In 2016, the paper announced that it would lay off 130 employees and shut down its Oklahoma City printing plant. The newspaper outsourced printing and packaging work to the facility of the Tulsa World. Pre-production and layout services were sourced to the GateHouse Media owned Center for News and Design in Austin, Texas As of late 2018, the former production plant at Broadway Extension and Britton Road, at one time the largest newspaper printing facility in Oklahoma, had been razed by the site's new owner, American Fidelity Assurance.
Like most U.S. newspapers, The Oklahoman has seen a decline of 42.3% in daily circulation and 34.8% drop in Sunday circulation from 2007 to the end of 2012. Figures from the Alliance for Audited Media (formerly Audit Bureau Circulation) show that daily subscriptions dropped from 195,399 to 112,733 and Sunday subscriptions dropped from 264,524 to 172,415.
Look At OKC was launched in 2006 as a weekly alt magazine to compete with the Oklahoma Gazette. It was distributed in free racks throughout the Oklahoma City metro area until it was quietly discontinued with the final issue being published June 28, 2018.
In November 2019, while attempting to merge the @NewsOK and @TheOklahoman Twitter handles, The Oklahoman lost control of both handles to an unknown third party. This forced the newspaper to begin using @TheOklahoman_ as its official Twitter handle.
On September 27, 2018, immediately following the announcement of the sale of The Oklahoman Media Company to GateHouse Media, publisher Chris Reen was replaced by interim publisher Jim Hopson.
On December 18, 2018 editor Kelly Dyer Fry was announced to replace Jim Hopson as publisher. She would also retain her roles as editor and vice president of news.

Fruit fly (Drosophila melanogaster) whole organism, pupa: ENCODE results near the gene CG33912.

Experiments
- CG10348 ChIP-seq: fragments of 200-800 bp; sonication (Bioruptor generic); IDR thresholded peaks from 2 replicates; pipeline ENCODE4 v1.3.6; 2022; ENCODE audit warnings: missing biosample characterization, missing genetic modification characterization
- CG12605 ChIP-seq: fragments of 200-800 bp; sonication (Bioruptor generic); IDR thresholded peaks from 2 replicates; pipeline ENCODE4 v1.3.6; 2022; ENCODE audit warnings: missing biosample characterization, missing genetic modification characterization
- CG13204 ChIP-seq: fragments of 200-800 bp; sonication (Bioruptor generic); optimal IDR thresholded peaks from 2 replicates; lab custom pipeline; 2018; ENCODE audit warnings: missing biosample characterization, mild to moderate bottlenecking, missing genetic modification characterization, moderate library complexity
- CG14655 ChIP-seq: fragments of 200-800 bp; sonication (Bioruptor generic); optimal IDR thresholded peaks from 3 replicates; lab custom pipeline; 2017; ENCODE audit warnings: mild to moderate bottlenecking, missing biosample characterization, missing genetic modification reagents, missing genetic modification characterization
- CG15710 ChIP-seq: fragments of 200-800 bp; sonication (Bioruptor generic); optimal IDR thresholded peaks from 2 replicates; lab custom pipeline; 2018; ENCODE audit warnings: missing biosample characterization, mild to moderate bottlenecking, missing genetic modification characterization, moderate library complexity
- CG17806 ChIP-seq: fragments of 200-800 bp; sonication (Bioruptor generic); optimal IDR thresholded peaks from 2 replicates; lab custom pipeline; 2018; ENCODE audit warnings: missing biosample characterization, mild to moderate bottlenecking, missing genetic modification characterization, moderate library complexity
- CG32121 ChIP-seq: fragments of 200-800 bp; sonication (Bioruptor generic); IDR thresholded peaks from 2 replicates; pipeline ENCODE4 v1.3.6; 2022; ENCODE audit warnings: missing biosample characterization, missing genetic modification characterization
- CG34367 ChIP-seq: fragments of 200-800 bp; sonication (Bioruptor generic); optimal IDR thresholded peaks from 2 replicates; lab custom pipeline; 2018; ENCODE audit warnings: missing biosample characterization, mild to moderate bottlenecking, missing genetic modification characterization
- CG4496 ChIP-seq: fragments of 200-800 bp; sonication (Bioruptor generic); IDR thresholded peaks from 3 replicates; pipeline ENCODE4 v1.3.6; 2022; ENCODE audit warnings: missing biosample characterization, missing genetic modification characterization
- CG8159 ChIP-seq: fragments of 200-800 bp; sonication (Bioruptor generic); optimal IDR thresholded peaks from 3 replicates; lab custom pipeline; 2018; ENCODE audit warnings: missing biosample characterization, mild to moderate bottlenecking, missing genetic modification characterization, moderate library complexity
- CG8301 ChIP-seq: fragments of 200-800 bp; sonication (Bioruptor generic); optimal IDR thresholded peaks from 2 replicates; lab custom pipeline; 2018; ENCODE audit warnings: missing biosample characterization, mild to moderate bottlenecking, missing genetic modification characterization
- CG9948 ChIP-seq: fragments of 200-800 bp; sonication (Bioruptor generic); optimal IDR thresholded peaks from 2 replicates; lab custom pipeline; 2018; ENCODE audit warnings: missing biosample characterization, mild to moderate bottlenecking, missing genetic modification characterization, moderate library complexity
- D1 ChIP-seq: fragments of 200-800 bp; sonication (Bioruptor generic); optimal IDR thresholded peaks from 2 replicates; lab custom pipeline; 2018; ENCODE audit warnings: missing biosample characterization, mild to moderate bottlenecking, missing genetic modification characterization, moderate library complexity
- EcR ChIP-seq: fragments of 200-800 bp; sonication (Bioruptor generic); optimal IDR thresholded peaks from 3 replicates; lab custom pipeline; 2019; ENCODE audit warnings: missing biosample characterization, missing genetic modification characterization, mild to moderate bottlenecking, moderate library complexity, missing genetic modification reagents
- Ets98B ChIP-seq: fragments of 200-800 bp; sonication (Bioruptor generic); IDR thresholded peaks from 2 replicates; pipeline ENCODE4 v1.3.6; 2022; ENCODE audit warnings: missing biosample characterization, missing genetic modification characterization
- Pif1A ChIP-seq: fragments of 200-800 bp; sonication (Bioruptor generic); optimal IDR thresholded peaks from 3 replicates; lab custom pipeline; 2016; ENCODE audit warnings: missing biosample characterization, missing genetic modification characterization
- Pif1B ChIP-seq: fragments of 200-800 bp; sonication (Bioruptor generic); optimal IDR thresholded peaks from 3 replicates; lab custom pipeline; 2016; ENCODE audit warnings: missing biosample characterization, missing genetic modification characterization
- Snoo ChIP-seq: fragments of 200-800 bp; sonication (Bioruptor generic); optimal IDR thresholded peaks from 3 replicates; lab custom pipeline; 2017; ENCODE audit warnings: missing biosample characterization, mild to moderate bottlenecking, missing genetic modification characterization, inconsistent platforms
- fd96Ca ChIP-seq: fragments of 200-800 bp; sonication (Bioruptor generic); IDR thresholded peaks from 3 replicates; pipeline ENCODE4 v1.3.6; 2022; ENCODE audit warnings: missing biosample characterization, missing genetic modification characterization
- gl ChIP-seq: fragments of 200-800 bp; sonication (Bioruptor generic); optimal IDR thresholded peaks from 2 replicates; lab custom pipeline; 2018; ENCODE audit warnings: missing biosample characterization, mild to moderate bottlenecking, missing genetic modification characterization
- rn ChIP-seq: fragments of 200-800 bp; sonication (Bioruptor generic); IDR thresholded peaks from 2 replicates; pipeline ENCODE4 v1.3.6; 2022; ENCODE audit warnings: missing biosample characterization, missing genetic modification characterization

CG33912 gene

On January 1, 2019, the newspaper again further reduced its circulation area resulting in the loss of home delivery service to 7,000 subscribers. Additionally, all newspaper vending machines including those located outside of The Oklahoman's corporate offices were removed. Oklahoma City, Edmond, Midwest City, Yukon, Piedmont, Norman, Moore, and Mustang would still receive regular home delivery service.
On February 5, 2019, the print edition of The Oklahoman underwent its first redesign since 2008. This redesign was a cost-reduction measure to allow the paper to fit into GateHouse Media's existing template. Some noticeable changes included a different headline font and the relocation of the daily prayer from page 1 to page 2.
On August 7, 2019, The Oklahoman rescinded a job offer it had made to a beat writer hired to cover Oklahoma State University athletics. The story gained significant attention among industry publications and was a prelude to a larger round of layoffs which would occur in the following week.
On August 13, 2019, a round of layoffs occurred throughout GateHouse Media properties including 14 employees at The Oklahoman . These layoffs occurred in the week following GateHouse announcing its intent to acquire Gannett which resulted in a sharp decline in GateHouse's parent company's stock price as investors reacted to the announcement. Many media outlets speculated this round of layoffs to be a direct effort to increase stock prices and appease shareholders.